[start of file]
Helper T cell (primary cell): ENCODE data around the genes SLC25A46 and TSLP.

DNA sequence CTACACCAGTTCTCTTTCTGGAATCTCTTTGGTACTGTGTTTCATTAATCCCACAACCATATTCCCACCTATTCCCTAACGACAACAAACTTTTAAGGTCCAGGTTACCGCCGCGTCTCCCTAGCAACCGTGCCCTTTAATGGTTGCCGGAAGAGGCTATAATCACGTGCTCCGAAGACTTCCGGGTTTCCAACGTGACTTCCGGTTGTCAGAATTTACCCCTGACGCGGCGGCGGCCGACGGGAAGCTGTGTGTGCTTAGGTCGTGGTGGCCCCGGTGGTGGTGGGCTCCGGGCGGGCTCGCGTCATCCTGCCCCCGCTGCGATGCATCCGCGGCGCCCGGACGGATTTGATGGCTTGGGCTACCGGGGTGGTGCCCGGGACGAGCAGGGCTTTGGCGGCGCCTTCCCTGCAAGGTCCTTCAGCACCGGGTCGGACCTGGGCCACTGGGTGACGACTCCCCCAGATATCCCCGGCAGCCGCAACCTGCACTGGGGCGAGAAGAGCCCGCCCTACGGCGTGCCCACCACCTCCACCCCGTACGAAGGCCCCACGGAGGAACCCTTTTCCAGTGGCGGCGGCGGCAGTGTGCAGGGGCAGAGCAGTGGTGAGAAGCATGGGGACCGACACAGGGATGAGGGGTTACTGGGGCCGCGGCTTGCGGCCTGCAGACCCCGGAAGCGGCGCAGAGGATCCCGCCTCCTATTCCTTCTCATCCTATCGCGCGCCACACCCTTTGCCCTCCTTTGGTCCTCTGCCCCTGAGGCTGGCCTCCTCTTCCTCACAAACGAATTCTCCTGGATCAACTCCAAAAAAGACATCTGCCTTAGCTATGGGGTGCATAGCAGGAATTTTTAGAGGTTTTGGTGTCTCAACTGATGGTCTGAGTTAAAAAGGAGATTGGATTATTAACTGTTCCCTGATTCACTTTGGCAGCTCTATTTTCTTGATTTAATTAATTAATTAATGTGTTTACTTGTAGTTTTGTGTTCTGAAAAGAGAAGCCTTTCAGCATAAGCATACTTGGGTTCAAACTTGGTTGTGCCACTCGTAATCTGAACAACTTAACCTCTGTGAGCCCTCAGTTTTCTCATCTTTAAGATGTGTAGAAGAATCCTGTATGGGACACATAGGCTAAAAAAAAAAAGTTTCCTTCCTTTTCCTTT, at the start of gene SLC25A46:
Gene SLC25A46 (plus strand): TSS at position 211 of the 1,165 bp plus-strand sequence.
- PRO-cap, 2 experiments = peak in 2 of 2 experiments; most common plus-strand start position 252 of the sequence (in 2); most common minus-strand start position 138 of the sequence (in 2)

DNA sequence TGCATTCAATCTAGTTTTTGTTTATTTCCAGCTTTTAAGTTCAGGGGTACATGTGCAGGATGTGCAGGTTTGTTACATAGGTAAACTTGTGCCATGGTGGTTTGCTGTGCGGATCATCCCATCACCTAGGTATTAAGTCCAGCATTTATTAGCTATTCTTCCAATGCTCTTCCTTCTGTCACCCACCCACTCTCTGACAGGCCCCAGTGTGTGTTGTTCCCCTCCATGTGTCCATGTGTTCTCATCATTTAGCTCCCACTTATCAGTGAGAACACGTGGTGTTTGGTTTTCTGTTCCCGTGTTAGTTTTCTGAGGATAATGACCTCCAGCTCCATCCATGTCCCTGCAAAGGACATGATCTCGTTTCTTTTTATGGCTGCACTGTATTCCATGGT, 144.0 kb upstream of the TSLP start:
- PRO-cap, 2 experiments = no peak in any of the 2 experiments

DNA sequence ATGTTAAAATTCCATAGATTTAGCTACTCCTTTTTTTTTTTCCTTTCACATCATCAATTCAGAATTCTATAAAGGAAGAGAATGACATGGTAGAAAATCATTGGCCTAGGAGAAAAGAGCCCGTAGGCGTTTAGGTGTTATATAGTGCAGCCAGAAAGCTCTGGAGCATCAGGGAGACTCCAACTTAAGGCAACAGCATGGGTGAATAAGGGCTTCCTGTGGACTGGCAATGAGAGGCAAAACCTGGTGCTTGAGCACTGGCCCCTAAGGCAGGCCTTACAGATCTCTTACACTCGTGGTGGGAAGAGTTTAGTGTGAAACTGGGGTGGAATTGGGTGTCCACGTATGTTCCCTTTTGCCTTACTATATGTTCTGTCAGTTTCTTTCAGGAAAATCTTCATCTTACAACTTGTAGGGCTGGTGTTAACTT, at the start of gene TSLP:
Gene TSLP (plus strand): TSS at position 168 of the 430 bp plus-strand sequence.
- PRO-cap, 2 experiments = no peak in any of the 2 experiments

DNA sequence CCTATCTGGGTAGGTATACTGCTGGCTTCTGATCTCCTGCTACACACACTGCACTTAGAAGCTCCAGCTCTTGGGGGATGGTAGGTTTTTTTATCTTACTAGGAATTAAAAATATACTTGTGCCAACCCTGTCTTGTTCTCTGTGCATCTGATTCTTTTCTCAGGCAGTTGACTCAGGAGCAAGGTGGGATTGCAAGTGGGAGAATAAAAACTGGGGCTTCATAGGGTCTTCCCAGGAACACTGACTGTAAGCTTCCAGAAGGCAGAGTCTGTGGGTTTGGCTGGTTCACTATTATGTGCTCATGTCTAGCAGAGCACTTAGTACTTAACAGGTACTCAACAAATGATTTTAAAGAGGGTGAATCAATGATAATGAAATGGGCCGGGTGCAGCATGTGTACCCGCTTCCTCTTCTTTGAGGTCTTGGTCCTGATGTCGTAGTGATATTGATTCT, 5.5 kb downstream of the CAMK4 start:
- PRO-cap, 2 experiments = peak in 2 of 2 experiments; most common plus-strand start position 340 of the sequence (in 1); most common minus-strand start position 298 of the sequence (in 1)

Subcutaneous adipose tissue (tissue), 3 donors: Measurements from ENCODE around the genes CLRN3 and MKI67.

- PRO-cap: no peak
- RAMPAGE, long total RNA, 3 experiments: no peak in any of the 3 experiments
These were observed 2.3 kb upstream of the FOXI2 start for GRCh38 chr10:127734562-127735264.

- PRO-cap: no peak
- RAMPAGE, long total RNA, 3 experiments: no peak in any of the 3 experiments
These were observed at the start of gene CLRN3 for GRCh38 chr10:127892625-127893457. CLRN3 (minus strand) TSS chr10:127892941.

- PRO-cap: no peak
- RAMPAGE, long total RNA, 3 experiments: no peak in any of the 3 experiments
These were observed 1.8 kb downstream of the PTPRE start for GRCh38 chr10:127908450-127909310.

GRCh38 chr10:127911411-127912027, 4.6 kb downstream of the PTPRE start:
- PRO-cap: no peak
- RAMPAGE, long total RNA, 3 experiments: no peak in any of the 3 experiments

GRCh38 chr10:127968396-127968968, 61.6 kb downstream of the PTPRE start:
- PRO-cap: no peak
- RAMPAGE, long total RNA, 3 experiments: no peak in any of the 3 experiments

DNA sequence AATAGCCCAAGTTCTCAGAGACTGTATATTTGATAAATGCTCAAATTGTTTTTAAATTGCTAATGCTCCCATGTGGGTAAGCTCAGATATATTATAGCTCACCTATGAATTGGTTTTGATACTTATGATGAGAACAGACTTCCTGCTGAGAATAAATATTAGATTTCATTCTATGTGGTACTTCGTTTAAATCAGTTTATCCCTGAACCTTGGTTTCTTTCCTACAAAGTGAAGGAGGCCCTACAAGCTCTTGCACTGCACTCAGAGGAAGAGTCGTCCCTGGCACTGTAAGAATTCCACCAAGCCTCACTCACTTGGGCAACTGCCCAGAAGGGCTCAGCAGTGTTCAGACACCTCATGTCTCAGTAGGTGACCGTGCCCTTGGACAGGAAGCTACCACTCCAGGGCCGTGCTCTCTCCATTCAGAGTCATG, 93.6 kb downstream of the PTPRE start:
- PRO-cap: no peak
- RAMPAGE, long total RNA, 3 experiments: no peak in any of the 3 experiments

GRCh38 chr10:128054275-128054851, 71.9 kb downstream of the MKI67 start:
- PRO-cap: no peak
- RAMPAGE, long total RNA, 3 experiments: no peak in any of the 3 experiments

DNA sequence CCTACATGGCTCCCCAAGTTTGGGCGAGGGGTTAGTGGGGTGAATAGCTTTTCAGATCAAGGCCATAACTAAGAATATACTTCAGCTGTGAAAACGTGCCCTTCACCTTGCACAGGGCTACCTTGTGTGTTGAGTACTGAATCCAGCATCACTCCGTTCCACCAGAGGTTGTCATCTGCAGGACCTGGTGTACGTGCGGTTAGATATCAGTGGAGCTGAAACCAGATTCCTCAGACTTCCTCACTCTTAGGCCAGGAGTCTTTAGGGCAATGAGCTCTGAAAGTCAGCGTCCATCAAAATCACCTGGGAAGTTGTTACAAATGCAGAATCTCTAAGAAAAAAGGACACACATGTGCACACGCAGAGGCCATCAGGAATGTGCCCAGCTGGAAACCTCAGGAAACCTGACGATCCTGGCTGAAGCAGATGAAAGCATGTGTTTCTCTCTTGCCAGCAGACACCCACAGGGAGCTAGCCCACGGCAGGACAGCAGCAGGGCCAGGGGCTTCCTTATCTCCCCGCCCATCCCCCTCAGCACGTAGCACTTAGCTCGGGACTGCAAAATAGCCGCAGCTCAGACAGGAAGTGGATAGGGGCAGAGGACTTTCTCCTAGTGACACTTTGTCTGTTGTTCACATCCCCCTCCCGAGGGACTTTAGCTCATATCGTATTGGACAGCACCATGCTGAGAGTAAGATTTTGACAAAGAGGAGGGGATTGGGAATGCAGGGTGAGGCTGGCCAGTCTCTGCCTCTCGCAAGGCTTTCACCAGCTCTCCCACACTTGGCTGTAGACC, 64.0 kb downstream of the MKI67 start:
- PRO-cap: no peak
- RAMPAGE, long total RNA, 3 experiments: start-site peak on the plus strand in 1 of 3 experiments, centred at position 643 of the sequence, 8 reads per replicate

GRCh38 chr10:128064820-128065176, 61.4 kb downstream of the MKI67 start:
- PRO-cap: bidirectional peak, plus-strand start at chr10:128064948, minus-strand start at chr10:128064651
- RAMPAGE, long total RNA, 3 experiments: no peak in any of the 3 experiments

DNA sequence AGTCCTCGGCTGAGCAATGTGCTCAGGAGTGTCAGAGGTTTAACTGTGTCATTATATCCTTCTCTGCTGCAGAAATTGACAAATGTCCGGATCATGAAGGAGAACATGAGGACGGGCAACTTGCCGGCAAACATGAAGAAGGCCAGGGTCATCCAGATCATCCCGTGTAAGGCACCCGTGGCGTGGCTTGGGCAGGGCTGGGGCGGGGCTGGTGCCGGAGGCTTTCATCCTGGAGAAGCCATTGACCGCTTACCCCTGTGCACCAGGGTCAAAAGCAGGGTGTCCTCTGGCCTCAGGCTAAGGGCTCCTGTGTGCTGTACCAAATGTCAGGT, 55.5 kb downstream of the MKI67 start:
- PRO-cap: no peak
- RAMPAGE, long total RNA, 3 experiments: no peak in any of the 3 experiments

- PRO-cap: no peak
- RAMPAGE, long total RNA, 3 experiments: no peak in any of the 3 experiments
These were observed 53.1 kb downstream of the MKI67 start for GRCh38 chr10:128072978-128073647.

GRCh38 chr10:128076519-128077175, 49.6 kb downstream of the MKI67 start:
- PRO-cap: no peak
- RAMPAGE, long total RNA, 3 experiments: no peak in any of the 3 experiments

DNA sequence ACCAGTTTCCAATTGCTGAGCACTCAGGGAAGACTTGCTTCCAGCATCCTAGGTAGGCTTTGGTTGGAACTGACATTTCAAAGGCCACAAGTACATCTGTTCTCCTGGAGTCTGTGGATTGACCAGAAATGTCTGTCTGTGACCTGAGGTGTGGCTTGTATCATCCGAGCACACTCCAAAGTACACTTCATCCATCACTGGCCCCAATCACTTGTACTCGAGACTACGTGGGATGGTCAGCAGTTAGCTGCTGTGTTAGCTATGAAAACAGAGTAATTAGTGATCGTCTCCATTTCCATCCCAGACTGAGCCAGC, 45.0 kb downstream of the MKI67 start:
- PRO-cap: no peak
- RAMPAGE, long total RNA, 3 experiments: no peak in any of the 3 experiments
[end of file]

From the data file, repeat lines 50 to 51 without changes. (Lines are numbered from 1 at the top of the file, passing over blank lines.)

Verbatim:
- PRO-cap: no peak
- RAMPAGE, long total RNA, 3 experiments: no peak in any of the 3 experiments